Estate Planning Isn’t Just For The Elderly

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Tips for choosing a medical power of attorney

On Behalf of | Jun 10, 2021 | Long-term Care Planning

Without warning, serious illnesses or injuries may cause life-threatening conditions. Should such situations leave people unable to make decisions or speak for themselves, the responsibility of making decisions on their behalf may fall to a family member or patient advocate. Naming a health care proxy, however, allows people to choose who will make lifesaving or end-of-life care decisions on their behalf.

Taking these tips into consideration when choosing a health care proxy may help people select the right representatives to take on this responsibility for them.

Meeting the requirements

According to the New York Department of Health, when naming a health care proxy, people may choose any adult aged 18-years or older. This may include family members, close friends or other acquaintances. With few exceptions, people may not name hospital, nursing home or mental hygiene facility staff if admitted to or residing in such facilities. People may choose doctors to act as their health care proxies, however, physicians chosen to act as their agents may not also serve as their attending doctors.

Willing to discuss end-of-life-decisions

According to, health care proxies may make end-of-life decisions or other important medical care choices. Therefore, people may benefit from choosing someone to serve in this role who will talk with them about their wishes, values and preferences.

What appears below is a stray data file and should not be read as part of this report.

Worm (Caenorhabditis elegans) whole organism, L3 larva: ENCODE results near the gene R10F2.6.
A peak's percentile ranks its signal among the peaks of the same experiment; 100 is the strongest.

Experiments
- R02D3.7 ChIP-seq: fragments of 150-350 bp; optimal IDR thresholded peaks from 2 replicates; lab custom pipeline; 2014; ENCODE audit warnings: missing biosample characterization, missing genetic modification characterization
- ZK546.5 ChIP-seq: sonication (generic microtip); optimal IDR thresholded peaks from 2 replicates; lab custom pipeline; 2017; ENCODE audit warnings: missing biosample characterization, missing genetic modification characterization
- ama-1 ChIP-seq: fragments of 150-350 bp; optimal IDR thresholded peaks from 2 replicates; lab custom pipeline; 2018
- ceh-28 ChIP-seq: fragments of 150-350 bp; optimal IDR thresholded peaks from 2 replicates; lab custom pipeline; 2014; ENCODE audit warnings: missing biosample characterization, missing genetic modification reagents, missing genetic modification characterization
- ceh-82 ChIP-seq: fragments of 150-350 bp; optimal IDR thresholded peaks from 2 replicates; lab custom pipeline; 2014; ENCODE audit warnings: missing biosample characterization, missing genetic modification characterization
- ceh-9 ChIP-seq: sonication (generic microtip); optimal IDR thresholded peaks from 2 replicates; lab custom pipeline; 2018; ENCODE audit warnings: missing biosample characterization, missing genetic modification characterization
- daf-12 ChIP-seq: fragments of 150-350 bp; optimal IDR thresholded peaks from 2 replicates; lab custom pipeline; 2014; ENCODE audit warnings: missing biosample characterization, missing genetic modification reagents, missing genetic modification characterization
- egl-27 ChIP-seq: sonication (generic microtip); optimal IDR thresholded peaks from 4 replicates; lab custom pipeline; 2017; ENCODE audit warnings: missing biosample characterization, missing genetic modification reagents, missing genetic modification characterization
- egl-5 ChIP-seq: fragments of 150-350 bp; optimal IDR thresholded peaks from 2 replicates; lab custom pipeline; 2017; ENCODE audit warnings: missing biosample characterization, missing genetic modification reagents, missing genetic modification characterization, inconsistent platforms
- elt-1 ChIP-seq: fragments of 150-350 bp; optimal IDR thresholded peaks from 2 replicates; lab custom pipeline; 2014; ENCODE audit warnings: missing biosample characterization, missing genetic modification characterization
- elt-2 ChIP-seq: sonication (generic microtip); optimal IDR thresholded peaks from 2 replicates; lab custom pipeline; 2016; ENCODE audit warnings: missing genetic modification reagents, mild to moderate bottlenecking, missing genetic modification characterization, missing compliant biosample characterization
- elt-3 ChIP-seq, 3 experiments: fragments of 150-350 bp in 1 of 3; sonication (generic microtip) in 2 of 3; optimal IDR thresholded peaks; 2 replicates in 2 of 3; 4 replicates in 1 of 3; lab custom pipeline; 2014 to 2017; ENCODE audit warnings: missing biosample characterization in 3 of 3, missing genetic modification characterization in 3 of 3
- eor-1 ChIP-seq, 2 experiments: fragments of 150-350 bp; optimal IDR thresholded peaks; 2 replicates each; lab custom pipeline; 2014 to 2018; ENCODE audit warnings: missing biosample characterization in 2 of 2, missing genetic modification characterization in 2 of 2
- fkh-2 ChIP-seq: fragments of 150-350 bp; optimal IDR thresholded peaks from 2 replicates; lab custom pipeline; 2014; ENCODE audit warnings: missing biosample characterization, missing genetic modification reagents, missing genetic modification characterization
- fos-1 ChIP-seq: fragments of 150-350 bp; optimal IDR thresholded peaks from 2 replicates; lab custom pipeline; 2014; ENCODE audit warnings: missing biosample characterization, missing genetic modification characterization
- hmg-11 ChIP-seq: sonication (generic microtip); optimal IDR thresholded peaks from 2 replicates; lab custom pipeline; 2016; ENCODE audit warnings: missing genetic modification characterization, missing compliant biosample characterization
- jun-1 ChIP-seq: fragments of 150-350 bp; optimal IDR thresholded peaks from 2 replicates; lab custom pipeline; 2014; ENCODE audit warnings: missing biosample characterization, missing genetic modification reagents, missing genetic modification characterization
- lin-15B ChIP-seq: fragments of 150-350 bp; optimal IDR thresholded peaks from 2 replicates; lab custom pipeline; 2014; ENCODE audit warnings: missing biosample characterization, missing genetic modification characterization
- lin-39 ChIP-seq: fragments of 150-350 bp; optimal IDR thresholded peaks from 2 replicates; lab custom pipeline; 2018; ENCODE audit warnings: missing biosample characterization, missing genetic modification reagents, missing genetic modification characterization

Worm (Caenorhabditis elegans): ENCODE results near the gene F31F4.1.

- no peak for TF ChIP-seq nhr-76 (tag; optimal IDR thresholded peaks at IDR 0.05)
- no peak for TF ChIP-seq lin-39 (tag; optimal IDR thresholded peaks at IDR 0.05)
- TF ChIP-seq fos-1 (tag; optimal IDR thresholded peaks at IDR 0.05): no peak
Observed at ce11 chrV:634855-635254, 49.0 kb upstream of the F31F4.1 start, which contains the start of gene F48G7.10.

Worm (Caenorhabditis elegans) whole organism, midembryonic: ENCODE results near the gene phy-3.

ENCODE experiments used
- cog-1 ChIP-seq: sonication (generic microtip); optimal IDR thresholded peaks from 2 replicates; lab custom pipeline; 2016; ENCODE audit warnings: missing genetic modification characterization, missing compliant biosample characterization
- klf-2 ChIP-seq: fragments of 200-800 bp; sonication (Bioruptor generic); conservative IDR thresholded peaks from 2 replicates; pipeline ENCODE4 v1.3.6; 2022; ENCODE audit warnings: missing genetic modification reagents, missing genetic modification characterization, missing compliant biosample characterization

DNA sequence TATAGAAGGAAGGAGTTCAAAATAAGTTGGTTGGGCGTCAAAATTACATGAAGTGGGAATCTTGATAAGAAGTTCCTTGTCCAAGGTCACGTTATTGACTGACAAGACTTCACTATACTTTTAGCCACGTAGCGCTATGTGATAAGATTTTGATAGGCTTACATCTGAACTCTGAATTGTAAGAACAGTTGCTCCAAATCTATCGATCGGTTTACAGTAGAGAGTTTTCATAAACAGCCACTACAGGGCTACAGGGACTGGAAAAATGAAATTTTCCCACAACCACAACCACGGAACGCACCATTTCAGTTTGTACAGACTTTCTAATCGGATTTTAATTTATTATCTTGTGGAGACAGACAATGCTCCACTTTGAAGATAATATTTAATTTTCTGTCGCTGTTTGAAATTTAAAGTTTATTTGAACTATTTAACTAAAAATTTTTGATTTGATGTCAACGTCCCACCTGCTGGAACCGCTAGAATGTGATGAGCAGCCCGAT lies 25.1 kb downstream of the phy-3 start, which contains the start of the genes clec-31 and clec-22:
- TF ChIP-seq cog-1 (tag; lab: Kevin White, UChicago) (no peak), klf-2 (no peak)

Adhering to the principals’ wishes

Even close family members may not share the same beliefs when it comes to health and palliative care. When choosing a health care proxy, people may select agents who have the same values or the ability to respect their preferences, despite their differences in beliefs. Doing so may help make certain they can trust their named proxies to make decisions that adhere to their preferences and value systems.

A sudden serious illness or injury may leave otherwise young, healthy people unable to make decisions, speak or care for themselves. Having someone to make decisions on their behalf may help ensure they receive the treatment and care they would choose for themselves.